The American public owns all federal public lands, including National Parks, National Forests, Wilderness areas, wild and scenic rivers, and wildlife preserves. Every American has a personal stake and a guaranteed say in how these places are cared for, and the right to experience and enjoy these places.
The federal government owns roughly 640 million acres, about 28% of the 2.27 billion acres of land in the United States. Four agencies administer 610 million acres of this land: the Bureau of Land Management (BLM), Fish and Wildlife Service (FWS), and National Park Service (NPS) in the Department of the Interior (DOI), and the Forest Service (FS) in the Department of Agriculture. The rest is administered by the Department of Defense and numerous other agencies.
Throughout America’s history, federal land laws have reflected two visions: keeping some lands in federal ownership while disposing of others. From the earliest days, there has been conflict between these two visions. During the 19Th century, many laws encouraged settlement of the West through federal land disposal. But in the 20Th century, emphasis shifted to retention of federal lands.
In April 2013, the Idaho Legislature approved House Resolution 22 demanding a transfer of 83% of all federally-administered public lands in Idaho; and has continued to pursue this expensive and fruitless attempt since.
Idaho has 34 million acres of land in federal (public) ownership; that is roughly 60% of all state lands. At statehood, Idaho was granted roughly four million acres from the federal government. Since then, Idaho has sold approximately 1.7 million acres of its state lands to corporations or other private interests—41% of its original territory. This means that on average, Idaho has sold off 13,500 acres per year. The most common buyers of these state lands: timber companies and livestock interests.
The only way you have access to most of Texas is if you are wealthy enough to buy your access for hunting, fishing and camping. In Idaho, you don’t need to be wealthy to have rights to access land, and that’s the way Idahoans like it. A poll commissioned by the Idaho Outdoor Business Council showed that 97% of Idaho voters say that public lands are an essential part of Idaho’s quality of life.
Representative Raul Labrador has also proposed a bill that would allow state and county government control of federally owned lands. Labrador’s proposed Self-Sufficient Community Lands Act would allow swaths of at least 200,000 acres, and up to 900,000 acres of federal lands to be administered locally for timber harvest and revenue generation.
State Lands vs. Federal Lands
Public lands are public whether they are federally or state owned, right? Not exactly. State lands are held by state governments to generate revenue; it is not owned by state residents in the same way as federal public lands, and they are not owned at all by Americans who live in other states. While many states do a fantastic job of managing state parks and protecting recreation, state lands are not public, and are governed by different rules than federal public lands. You don’t have a right to be on state lands, or the same rights to have input in how they are managed and sold.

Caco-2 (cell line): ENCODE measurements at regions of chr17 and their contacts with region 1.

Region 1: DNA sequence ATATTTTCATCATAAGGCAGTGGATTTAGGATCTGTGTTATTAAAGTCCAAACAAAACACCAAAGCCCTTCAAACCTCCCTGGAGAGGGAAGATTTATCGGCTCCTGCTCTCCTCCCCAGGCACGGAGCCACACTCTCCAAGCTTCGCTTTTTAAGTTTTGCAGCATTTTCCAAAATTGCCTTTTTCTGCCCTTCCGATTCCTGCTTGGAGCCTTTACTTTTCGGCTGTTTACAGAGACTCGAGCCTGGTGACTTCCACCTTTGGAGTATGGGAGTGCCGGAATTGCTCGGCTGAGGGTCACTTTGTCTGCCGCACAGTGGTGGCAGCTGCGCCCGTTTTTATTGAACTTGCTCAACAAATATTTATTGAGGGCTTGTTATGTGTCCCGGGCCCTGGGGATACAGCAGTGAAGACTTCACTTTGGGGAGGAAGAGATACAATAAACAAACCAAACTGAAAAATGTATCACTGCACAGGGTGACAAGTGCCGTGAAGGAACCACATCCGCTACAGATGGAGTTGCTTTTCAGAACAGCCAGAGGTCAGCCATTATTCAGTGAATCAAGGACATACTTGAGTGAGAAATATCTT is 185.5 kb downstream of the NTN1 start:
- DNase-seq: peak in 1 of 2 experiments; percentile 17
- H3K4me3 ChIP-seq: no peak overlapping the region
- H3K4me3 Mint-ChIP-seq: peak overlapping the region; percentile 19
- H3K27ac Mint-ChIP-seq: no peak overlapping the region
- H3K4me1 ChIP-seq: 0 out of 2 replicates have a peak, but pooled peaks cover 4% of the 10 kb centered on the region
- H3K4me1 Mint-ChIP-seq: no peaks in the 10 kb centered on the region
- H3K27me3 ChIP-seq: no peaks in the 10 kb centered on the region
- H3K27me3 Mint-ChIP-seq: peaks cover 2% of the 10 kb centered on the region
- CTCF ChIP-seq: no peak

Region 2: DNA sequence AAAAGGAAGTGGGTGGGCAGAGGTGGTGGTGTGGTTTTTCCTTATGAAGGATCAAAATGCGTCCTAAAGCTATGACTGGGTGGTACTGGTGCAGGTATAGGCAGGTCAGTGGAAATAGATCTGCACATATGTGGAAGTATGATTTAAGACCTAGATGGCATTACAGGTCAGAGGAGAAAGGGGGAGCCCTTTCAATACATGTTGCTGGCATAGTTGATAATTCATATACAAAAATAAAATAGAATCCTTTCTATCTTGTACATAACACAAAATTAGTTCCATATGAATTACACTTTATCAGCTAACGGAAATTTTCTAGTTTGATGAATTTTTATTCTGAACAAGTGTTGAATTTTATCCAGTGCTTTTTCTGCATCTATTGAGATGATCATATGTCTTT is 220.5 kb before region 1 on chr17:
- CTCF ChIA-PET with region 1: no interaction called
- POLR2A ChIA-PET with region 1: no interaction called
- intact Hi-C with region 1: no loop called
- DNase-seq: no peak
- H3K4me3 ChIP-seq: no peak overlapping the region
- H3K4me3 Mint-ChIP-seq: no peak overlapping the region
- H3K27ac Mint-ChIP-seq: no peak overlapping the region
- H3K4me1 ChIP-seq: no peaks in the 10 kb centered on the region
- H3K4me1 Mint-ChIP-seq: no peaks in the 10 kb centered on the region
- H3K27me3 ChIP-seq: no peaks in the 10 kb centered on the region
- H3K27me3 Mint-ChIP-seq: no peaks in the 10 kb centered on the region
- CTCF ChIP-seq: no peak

The Idaho Department of Lands mission clearly explains, “We manage more than 2.4 million acres of state endowment trust land under a Constitutional mandate to maximize long term financial returns to a number of State institutions, mainly public schools.”
If it makes short-term economic sense for a state to lease a bunch of its land for mineral development, subdivisions, extraction, or logging, states are within their rights to do so. States do not have an obligation to involve state residents in these decisions. Does this impact people’s right to these places? It’s simply not relevant when most states have to balance their budgets. While we are all owners on federal public lands, we are customers on state lands.
Federally owned public lands, owned and managed by all Americans, are the backbone of a $646 billion outdoor recreation economy, millions of jobs, and thriving local economies in the west. Hunting alone in Idaho’s national forests, BLM lands and national wildlife refuges is worth $478 million to the state’s economy (according to Idaho Department of Fish and Game). Outdoor recreation and other activities generate $6.3 billion for Idaho annually in consumer spending (according to the Outdoor Industry Association).
A report from the Conservation Economics Institute found that the state’s takeover of federal public lands would cost the state of Idaho $1 billion in the first 5 years and more than $2 billion after 20 years. It would immediately cost the state almost 2,500 federal jobs, mostly in rural communities, and about $10 million in state income tax. Such losses would necessitate the sale of large swaths of land, something Idahoans have routinely objected to.
Putting aside policy, the fact that we own public lands is part of the experience on public lands. Each American is a shareholder on these mountains, rivers, deserts, and forests. All Americans enjoy these places, and all Americans share the costs to preserve these places. On average, each American pays about $4 a year in income tax for public lands. If these places were transferred to the states, their governments and taxpayers would be solely responsible for managing upkeep, infrastructure, building roads, and fighting fires.